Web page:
SPRO-2016 Call for papers

Submission deadline: Mon 25 July 2016 → Mon 1 August 2016
Notification of acceptance: Thu 1 September 2016
Camera-ready papers: Thu 15 September 2016
Workshop date: Fri 28 October 2016

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Software Protection techniques aim to defend the confidentiality and integrity of software applications that are exposed to an adversary that shares the execution host and access privileges of the application. This is often denoted as protection against MATE (Man-At-The-End) attacks. This is an area of growing importance. For industry, in many cases the deployment of such techniques is crucial for the survival of their business.

The aim of SPRO workshop is to bring together researchers and industrial practitioners both from software protection and the wider software engineering community to discuss software protection techniques, evaluation methodologies, and practical aspects such as tooling. The objective is to stimulate the community working in this growing area of security, and to increase the synergies between the research areas of software protection engineering and their practical deployment.

Questions that we aim to address include:

  • What protection techniques can be designed to protect given assets in software applications?
  • Which threats need to be considered, and how can we evaluate the robustness of protected applications with respect thereto?
  • How can different protection techniques be efficiently combined and what do we gain?
  • What can we learn from existing use cases?
  • How can protection techniques be efficiently tooled and integrated into a build process?

These are only a few of the many questions that practitioners face recurrently.

Desired articles should aim to address these questions. We seek articles that present new software protection techniques and novel insights into the evaluation thereof; and articles that aim to discuss industrial aspects.


Desired articles should cover one or several of the following topics:

1. Software Protection techniques

  • Code Obfuscation, Anti-reverse engineering
  • Data obfuscation, White-box Cryptography
  • Binary Rewriting, Binary Instrumentation
  • Anti-Debugging
  • Remote Attestation
  • Code Virtualization, Software Dynamic Translation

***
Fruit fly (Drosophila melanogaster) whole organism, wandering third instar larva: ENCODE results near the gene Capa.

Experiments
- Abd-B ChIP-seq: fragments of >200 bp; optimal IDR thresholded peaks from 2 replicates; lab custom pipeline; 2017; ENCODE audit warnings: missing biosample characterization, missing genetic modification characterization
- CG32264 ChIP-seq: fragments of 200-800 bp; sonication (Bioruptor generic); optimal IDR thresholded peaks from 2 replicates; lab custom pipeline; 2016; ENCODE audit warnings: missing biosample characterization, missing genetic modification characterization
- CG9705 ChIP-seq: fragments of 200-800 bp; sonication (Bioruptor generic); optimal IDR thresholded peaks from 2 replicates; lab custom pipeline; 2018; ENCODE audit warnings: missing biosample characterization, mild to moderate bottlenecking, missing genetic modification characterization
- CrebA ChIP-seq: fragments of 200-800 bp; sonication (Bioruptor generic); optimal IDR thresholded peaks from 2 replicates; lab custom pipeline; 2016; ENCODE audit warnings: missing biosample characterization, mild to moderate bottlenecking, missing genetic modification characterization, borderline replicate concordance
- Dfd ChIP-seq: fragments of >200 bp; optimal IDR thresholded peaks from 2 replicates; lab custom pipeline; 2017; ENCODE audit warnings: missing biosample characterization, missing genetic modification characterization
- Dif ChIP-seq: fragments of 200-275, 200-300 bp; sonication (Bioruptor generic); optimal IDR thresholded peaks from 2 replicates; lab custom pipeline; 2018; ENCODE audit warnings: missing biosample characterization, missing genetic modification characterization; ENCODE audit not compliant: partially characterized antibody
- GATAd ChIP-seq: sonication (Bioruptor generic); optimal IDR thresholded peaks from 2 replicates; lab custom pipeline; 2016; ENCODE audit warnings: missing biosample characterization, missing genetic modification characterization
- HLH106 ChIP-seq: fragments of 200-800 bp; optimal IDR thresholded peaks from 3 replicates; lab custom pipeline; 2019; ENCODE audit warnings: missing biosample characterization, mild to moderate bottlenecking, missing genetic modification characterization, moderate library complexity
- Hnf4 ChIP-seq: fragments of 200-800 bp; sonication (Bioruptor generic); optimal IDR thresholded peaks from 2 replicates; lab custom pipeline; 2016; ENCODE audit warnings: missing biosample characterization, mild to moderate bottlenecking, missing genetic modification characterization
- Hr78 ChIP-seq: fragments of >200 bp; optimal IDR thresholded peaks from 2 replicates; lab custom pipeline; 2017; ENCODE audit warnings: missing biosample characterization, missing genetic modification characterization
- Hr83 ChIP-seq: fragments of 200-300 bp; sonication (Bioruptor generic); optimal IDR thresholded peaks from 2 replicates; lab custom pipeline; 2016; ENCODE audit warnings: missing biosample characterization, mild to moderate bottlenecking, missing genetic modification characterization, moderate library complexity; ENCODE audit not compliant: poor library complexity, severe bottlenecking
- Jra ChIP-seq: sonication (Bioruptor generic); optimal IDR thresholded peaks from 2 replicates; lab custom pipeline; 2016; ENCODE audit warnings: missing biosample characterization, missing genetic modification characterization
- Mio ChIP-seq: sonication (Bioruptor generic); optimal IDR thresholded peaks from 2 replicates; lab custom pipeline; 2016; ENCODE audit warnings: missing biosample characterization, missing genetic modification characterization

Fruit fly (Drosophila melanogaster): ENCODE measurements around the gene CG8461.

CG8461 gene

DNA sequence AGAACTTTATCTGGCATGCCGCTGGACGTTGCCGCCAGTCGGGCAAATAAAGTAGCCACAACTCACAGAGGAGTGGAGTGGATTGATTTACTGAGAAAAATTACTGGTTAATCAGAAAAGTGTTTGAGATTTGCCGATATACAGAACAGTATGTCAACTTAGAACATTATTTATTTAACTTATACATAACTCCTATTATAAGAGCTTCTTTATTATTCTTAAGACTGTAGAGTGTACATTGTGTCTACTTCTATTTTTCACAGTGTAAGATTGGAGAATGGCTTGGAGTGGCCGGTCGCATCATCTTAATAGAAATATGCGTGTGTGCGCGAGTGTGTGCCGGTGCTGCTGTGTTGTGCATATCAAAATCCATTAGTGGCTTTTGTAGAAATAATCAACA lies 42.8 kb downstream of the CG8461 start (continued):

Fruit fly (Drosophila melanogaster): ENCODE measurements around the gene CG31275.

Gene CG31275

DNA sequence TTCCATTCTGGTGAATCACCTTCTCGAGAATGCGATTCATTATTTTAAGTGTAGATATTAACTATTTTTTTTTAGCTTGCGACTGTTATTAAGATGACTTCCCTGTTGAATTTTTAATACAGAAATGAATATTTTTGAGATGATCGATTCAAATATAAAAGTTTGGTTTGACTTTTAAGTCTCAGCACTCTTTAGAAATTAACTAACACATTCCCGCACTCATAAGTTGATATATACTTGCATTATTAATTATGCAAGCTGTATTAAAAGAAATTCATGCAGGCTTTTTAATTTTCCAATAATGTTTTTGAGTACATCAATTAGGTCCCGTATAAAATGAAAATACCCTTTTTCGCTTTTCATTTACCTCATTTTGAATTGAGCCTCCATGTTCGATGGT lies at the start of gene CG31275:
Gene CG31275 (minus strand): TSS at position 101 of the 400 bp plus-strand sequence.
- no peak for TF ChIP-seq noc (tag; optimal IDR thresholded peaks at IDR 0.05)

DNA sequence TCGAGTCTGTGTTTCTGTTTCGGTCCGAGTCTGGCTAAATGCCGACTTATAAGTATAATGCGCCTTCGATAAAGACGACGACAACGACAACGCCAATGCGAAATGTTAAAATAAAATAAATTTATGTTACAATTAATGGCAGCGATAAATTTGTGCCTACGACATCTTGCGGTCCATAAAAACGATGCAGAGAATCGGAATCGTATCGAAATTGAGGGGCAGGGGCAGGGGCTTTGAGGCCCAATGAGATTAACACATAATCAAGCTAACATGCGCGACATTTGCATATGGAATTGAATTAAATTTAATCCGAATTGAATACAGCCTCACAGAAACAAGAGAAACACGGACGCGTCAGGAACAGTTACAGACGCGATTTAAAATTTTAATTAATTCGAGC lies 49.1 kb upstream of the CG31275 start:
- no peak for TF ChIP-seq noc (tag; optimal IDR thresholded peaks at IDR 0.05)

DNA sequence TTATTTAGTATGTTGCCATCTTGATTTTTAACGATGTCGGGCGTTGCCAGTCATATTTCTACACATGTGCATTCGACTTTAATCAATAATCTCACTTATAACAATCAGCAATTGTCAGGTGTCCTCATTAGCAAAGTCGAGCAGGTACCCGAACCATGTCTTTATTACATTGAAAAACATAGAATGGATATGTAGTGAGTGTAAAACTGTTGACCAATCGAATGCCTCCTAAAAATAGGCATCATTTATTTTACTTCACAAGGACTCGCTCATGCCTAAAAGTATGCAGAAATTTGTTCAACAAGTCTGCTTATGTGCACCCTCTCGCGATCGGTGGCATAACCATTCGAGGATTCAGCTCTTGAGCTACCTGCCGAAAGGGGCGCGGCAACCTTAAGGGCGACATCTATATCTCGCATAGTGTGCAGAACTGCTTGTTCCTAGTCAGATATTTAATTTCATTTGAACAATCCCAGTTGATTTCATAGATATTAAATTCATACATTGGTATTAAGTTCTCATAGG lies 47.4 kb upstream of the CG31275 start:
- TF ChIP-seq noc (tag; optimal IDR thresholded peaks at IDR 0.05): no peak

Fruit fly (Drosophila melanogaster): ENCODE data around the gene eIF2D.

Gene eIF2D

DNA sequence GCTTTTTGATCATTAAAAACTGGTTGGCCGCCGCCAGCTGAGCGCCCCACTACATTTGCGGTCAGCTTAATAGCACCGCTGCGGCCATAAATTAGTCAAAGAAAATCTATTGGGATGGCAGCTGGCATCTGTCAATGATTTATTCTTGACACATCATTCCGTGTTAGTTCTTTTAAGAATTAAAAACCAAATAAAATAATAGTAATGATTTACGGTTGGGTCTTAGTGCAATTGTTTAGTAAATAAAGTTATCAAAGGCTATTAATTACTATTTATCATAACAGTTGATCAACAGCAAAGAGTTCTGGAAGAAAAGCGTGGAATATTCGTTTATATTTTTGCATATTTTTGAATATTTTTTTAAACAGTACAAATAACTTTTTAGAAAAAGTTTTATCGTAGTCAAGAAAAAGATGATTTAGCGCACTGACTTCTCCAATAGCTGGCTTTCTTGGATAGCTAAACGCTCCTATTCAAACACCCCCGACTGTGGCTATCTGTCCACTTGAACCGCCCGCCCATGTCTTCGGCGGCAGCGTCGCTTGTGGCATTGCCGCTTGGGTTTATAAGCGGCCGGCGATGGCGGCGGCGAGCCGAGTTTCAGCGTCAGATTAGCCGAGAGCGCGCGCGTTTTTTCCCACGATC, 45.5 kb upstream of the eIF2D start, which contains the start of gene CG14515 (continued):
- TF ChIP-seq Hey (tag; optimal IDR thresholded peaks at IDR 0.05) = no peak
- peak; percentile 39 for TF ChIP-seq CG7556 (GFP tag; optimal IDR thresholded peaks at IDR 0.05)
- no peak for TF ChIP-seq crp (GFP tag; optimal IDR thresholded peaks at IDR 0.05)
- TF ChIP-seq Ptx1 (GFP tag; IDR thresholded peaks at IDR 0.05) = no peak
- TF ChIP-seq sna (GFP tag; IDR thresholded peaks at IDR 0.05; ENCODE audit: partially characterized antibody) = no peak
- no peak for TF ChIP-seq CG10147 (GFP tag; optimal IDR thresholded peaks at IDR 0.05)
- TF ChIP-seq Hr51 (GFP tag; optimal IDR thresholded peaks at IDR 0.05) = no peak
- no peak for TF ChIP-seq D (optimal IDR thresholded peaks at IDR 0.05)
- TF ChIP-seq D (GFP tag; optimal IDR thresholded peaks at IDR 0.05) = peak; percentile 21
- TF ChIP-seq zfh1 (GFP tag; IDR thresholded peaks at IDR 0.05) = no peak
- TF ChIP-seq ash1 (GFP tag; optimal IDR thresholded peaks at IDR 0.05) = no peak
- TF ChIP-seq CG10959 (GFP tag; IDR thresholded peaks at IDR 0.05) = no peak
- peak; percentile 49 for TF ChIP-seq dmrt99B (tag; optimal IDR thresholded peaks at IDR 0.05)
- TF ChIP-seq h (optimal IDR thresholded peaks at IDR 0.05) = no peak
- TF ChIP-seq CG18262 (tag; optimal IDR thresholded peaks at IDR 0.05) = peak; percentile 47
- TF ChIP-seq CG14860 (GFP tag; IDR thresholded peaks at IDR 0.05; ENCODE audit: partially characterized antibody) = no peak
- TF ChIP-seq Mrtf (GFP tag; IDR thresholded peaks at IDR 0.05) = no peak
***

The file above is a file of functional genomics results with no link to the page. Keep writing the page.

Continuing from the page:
• Software Tamper Resistance, Code Guards
  • Software Diversity
  • Software Renewability, Mobile Code
  • Software Licensing, Watermarking, Fingerprinting
  • Self-modifying Code

2. Software Evaluation

  • Evaluation Methodologies
  • Malware Analysis
  • Tools for static and dynamic software analysis
  • Threat modeling, Petri nets, attack graphs
  • Empirical studies
  • Metrics

3. Industry aspects

  • Protection technique tooling and tool chains
  • Architectures and build process integration
  • IDEs and tools for integration and deployment
  • Validation
  • Best practices from industrial use cases
  • Software protection on heterogeneous devices

Submission Guidelines

Proceedings of the workshops will be available to the workshop attendees. The workshop will also have online proceedings through the ACM Digital Library, with a separate ISBN. Authors are invited to submit original papers: They must not substantially duplicate work that any of the authors have published elsewhere or have submitted in parallel to any other conferences that have proceedings. The submission of must occur through the workshop submission system (EasyChair).

Submissions must be at most 12 pages in double-column ACM format including the bibliography and well-marked appendices. Only PDF files will be accepted.

Submissions not meeting these guidelines risk rejection without consideration of their merits. Each accepted paper must be presented by an author, who will have to be registered by the early-bird registration deadline.

For informal queries about the submission contact the workshop chairs.